Korean master Hong Sangsoo's films always sell out at the London Film Festival, but oddly UK distribution hasn't followed. Tony Rayns welcomes a complete survey of Hong's wry and witty unravellings of tangled sexual relationships.
Nobody probes deeper into the ways that men and women misread each other's feelings than Hong Sangsoo. Claire Denis - head of the jury which gave him the Prix Un Certain Regard in Cannes this year - once described seeing a Hong Sangsoo film as feeling like being hit on the head by a rock while out walking. His films certainly have the power to shake up perceptions, but he's never as aggressive as Denis implies. Most of the time, in fact, his approach is humorous, satirising male self-delusions and female insecurities with delicious candour.
Hong arrived out of the blue (actually, from film schools in California and Chicago) just as the Korean film renaissance was getting under way in the mid-1990s. But his films were quite unlike anyone else's. The first three were tightly scripted gardens of forking paths: interlocking puzzle narratives focused as much on what could or should happen between the characters as on the socially embarrassing things that do. From The Turning Gate onwards, though, he's preferred to use less forward planning: he and his collaborators work from a broad outline and he writes the scenes from day to day as they go along. Since his male leads (especially the ones played by Kim Sangkyung and Kim Taewoo, both invariably excellent) often seem like surrogates for Hong himself, there must be some confessional side to the stories he tells. But the films are fictions, not chunks of autobiography, and the many pleasures they offer include seeing how narratives twist, turn, become echo-chambers…and then end up somewhere entirely unexpected.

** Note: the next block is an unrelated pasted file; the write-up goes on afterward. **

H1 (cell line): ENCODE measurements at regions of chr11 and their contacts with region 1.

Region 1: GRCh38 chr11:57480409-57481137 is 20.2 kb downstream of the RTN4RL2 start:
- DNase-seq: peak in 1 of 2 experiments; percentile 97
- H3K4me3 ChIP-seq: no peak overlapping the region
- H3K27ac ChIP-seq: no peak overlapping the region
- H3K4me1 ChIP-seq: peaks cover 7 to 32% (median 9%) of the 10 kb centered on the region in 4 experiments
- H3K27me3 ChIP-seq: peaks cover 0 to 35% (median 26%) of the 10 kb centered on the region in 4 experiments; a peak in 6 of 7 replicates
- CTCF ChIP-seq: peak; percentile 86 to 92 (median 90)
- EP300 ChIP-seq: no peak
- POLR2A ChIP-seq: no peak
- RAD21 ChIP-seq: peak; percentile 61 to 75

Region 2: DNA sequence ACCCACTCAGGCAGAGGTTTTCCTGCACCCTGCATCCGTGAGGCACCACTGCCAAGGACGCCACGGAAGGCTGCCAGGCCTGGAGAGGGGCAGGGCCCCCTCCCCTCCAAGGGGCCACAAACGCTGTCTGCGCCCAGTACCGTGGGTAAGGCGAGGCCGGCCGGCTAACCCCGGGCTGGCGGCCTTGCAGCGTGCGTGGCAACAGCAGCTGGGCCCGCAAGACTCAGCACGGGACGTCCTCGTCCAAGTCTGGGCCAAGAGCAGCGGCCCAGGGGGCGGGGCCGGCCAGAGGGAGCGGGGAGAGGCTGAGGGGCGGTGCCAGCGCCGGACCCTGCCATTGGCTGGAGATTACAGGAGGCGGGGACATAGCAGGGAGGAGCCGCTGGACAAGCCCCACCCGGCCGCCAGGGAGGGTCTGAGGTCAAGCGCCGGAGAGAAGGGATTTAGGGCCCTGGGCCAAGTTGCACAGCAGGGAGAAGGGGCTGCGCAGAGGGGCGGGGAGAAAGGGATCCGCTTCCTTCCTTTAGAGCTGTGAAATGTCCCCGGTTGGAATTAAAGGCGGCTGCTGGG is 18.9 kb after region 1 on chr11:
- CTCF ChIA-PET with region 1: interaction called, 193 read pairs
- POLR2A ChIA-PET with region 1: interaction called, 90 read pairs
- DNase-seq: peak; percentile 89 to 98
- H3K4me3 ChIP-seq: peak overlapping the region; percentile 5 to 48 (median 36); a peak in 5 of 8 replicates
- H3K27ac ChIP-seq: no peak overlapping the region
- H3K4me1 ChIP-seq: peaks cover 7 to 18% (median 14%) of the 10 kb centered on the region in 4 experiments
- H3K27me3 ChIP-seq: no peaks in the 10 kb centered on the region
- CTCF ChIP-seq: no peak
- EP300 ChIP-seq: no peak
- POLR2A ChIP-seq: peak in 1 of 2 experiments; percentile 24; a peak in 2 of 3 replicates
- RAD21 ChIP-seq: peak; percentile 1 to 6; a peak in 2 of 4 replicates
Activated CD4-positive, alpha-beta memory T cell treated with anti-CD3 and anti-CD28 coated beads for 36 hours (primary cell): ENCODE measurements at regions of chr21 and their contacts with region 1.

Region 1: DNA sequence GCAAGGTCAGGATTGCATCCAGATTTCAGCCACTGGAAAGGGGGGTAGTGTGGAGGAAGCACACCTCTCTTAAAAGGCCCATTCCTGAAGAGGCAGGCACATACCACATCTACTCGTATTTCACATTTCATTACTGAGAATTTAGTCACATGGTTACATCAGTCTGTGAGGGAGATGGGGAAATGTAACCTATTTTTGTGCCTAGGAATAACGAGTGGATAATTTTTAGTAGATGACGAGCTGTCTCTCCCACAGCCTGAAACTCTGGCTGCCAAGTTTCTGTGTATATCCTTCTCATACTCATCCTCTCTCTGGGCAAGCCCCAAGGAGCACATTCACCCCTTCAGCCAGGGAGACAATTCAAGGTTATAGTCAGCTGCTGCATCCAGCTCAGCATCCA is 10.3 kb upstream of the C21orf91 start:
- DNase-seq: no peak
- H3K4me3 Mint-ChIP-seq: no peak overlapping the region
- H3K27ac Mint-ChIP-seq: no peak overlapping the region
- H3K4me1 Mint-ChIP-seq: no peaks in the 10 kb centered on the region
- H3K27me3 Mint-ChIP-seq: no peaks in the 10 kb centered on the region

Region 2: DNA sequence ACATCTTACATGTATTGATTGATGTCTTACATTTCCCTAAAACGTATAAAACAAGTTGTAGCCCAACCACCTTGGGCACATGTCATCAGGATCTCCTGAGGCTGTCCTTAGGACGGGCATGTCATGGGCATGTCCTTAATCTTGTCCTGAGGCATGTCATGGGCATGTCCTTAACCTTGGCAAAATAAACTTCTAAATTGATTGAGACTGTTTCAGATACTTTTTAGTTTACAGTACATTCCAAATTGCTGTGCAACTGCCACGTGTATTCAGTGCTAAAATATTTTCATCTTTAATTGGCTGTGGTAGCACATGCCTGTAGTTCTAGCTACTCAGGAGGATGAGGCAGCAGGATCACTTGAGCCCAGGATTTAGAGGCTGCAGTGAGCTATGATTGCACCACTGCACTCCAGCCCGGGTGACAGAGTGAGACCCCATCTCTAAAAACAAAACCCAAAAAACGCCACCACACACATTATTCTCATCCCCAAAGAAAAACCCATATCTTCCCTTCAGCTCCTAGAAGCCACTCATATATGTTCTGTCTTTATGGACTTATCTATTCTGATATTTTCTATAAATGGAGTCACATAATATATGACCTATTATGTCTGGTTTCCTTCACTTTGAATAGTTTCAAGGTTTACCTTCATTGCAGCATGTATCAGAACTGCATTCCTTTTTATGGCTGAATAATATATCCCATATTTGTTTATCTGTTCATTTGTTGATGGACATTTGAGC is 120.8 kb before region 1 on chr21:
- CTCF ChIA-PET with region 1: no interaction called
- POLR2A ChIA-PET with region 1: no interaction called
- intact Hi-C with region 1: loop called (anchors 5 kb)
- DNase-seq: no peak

There are obvious parallels between Hong's methods and those of his contemporaries Wong Kar-Wai and Apichatpong Weerasethakul, both of whom also love to explore recurring emotional ‘syndromes’ and regard films as voyages of discovery. Another reference point is the late Eric Rohmer, since both directors are fascinated by methods of seduction and the tricks and traps of the libido. Hong, though, is a better drinker than any of them, and very much his own man. His rueful self-awareness makes it easy for viewers to get caught up in the predicaments faced by his characters. The results are touching, thoughtful, sometimes startling…and often laugh-out-loud funny.
Curated by the Independent Cinema Office in partnership with the Korean Cultural Centre.